The A201 aluminium-copper (Al-Cu) based casting alloy was developed for high strength applications. Additions of magnesium and silver alter the precipitation sequence of the binary Al-Cu alloy, allowing higher tensile strengths to be achieved with relatively high retained properties at temperatures up to 200°C. Excellent properties can be achieved using this alloy system, however the relative gains come at the expense of castability and ‘real world’ component properties.

Aluminium-copper-based alloys are exceptionally prone to shrinkage porosity, hot-tearing, compositional in-homogeneity (macrosegregation) and consequently inconsistent mechanical properties, particularly ductility. These castability issues all stem from alloy solidification over a 120°C temperature range, and the resultant interdendritic feeding solidification mechanism.

The coherency point of an alloy is the point at which a stable interconnected structure is formed - this occurs at about 30% solid fraction in A201, thus the remaining 70% liquid metal must be distributed throughout the narrow interdendritic channels in the solidifying and contracting component. Consequently, complex running systems with large amounts of feed metal and/or heavily chilled sections must be used to try and circumvent these issues to ensure a sound casting. In many cases, complex castings with large section changes still remain a challenge to cast with conventional Al-Cu based alloys.

Small changes

A20X is a modified version of A201 where these issues have been eliminated through small, but significant, compositional alterations. The interdendritic feeding solidification process being replaced by a mass feeding mechanism negates the flow of interdendritic liquid. This eradicates the need for liquid metal to travel large distances to feed remote areas and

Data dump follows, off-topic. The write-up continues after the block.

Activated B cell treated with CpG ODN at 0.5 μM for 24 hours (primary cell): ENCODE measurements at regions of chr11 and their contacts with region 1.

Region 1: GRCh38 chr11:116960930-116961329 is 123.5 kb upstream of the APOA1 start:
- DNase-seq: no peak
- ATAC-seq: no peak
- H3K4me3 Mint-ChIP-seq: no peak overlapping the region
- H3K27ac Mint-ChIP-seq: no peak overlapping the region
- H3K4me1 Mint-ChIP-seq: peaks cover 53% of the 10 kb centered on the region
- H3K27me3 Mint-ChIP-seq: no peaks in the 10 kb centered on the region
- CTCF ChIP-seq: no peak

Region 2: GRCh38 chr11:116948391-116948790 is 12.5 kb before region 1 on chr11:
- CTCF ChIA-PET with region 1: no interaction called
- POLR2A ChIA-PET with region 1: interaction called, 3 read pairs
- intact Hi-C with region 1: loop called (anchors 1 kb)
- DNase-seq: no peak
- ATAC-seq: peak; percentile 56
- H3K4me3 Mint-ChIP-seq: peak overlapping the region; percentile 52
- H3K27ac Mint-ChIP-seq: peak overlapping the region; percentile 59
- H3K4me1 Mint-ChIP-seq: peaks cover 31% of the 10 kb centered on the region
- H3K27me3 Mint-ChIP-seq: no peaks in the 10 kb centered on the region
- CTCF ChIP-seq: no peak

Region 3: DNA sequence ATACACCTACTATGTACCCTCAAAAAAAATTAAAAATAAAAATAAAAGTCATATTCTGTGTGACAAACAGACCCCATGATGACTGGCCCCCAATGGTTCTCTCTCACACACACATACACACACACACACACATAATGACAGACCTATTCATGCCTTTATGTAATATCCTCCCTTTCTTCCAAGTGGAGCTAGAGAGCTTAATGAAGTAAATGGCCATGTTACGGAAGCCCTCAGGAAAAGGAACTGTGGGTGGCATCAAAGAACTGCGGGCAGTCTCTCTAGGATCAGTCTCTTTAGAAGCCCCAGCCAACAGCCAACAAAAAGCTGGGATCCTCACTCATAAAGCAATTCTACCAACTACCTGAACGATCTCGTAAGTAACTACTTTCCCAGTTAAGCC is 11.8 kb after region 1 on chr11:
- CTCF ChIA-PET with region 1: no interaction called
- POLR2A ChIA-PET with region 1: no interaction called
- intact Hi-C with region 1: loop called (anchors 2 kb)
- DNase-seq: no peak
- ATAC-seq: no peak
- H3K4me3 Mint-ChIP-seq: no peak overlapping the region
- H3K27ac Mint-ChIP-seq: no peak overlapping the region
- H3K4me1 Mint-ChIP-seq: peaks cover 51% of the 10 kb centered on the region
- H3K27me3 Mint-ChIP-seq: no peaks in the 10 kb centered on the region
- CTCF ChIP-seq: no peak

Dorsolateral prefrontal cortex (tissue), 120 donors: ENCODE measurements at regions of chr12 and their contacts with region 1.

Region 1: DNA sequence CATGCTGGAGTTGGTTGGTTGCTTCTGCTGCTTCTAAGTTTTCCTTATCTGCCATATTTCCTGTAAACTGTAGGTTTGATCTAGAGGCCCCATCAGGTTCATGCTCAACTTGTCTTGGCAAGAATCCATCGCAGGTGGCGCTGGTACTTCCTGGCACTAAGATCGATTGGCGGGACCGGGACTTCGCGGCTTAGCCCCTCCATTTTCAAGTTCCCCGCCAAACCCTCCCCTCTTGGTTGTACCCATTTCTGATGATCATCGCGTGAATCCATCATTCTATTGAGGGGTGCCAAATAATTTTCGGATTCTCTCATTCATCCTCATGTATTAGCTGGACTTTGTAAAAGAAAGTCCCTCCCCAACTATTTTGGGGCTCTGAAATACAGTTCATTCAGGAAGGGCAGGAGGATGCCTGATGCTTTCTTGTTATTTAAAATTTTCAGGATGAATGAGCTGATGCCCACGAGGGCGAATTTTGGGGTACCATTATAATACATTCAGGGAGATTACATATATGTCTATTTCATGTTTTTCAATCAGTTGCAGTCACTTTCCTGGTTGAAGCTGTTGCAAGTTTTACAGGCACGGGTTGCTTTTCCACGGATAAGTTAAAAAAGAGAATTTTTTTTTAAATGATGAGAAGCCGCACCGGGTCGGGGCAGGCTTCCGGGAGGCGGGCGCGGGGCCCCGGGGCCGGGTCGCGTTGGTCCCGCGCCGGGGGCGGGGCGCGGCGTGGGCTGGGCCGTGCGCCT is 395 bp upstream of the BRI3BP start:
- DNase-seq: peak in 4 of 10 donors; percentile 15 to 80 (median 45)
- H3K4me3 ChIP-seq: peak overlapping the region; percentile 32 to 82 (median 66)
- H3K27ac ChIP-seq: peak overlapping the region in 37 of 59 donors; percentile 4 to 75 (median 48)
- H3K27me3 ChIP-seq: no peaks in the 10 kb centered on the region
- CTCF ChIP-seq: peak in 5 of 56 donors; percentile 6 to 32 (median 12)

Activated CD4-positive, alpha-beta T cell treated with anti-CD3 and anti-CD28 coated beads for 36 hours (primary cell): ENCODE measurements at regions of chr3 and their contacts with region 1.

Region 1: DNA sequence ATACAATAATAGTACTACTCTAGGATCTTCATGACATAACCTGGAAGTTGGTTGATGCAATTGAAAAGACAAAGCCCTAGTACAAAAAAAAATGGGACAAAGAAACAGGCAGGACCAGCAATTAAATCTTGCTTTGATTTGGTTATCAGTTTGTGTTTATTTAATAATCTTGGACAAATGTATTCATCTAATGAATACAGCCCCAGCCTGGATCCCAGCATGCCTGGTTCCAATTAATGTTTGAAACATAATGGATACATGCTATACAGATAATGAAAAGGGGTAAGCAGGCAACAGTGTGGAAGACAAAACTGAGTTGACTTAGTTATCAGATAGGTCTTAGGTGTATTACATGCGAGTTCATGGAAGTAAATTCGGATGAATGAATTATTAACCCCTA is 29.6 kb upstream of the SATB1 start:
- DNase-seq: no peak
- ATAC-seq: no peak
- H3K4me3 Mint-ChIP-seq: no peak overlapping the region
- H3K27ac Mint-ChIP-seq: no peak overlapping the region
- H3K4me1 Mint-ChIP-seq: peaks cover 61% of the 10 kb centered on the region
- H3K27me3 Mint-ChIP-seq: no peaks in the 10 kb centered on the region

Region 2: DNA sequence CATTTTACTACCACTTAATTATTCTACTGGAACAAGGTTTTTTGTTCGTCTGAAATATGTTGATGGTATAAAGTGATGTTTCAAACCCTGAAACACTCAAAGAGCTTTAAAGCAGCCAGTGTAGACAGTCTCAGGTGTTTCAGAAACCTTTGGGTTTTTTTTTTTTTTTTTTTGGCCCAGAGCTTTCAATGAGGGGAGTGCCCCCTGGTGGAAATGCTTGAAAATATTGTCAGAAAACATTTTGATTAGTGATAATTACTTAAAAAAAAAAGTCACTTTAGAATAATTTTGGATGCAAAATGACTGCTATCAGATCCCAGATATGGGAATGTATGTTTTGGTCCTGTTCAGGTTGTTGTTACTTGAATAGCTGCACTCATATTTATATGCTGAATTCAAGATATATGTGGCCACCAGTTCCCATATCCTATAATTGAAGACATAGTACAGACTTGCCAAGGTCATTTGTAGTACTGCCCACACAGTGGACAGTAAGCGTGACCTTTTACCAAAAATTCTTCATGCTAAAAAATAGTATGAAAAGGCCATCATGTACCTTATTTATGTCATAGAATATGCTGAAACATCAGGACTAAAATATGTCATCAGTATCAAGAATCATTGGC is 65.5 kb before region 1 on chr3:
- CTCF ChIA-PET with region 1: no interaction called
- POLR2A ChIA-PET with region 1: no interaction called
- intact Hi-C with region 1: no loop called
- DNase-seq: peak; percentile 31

has a significant impact on the tendency for macrosegregation, shrinkage porosity and hot tearing. Mechanical properties taken from castings are consistent and significantly improved compared to A201 (see graph).

The castability of A20X is equivalent to current aerospace and automotive casting alloys, allowing large and complex components to be cast. The modified solidification mechanism has highlighted some novel material properties, including a reduced feeding requirement in investment casting and elimination of chills in sand castings. This results in simplified mould design and increased metal yields. A20X also exhibits a fine homogenous grain structure even across thick sections, opening up possibilities to cast large blocks for direct machining, thus providing an energy and cost efficient alternative to current production routes.

Mechanical properties achieved with the A20X are comparable with the high strength AA7xxx series wrought materials, allowing castings to compete, realistically, with fabrications, forgings and machined from solid production routes. The elevated temperature properties (see graph) will help it compete widely the AA2xxx and AA7xxx series wrought alloys.

The A20X alloy provides a cast alternative to the large carbon footprinted fabrications both in terms of mechanical and elevated temperature properties, allowing designers the increased freedom inherent to the casting process to minimise component weights. Funding has recently been acquired through the Midlands Aerospace Alliance and Advantage West Midlands to further the development of A20X. With applications in almost every industrial setting, A20X may be the alloy of the future.

Further information: John Forde